From my experience, the goal of this company has always been to make a strong connection with its community and that is still done with a bigger impact than I’ve ever seen before. I think the future is exciting for American Stage, its Apprenticeship program and the powerful stories yet to be told on our stage. I look forward to seeing this company reach its goals and full potential for many more generations to come.
Learn more about the Young Americans Initiative by visiting americanstage.org/YA, and check out this article in the Latitudes Section of The Times!
By Kody Hopkins, Taylor Sweat, Courtney McLaren, Tarilabo Koripamo, and Tato Castillo.
New Theatre’s Resolutions; January 5th, 2018:
Hello and Happy New Year to all of our American Stage followers! The apprenti got to have a nice and relaxing week off for the holidays, but now it’s time to gear up for some of the busiest parts of the American Stage season. With a new year comes new hopes, goals, and aspirations. We thought we’d create some “theatre resolutions” based on what we wish to accomplish with our time left in the program, and talk a little about what we are most excited about for the rest of this season. Read on below to see what some of us are thinking about!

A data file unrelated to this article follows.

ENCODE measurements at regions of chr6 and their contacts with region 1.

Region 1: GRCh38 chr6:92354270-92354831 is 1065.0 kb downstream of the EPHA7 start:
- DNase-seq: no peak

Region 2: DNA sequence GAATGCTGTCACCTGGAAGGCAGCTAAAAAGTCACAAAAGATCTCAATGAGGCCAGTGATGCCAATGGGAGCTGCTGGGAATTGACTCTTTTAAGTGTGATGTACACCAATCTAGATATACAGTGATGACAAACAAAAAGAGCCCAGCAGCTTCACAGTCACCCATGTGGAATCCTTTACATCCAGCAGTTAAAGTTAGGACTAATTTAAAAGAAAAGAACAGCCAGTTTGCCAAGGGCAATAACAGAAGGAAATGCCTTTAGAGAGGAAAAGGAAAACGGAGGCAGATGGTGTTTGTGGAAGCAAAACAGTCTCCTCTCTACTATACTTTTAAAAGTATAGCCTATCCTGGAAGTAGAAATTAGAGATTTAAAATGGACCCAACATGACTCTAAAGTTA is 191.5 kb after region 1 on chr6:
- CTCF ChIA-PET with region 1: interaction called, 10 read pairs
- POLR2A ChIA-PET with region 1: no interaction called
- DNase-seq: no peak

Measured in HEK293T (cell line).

Kody: What makes theatre so compelling to me is the collaborative process: no single person puts the entire show together. I have primarily been on the performance side of the process, but, being a curious mind, I’ve wanted to work in the other lanes that make theatre happen. This desire was a large part of the draw I had to this apprenticeship program. Not to mention, if I want to accomplish my goal of starting my own theatre company one day, I need to soak in as much information from as many departments as I can! This apprenticeship has already seen me become more comfortable with theatre electrician work, marketing, dramaturgical research and independent creation. Being part of the production crew for A RAISIN IN THE SUN, I hope to get more comfortable and capable in the scene shop. I’ll also be continuing my improv training this year, which I believe will make me a better performer. And, of course, we have our Apprentice Showcase in July. One of my big theatre resolutions for this year is to write something for that showcase so that I can see my work on stage and work on improving myself as a playwright. As for what I am looking forward to, I personally can’t wait to start rehearsals on STRAIT OF GIBRALTAR. We don’t know our personal assignments for the show yet as apprentices, but I have never been a part of putting on a full production of a brand new work. As someone who admires American Stage’s mission and wants to emulate not just this theatre, but see my own work produced, I think this is going to be an exciting production.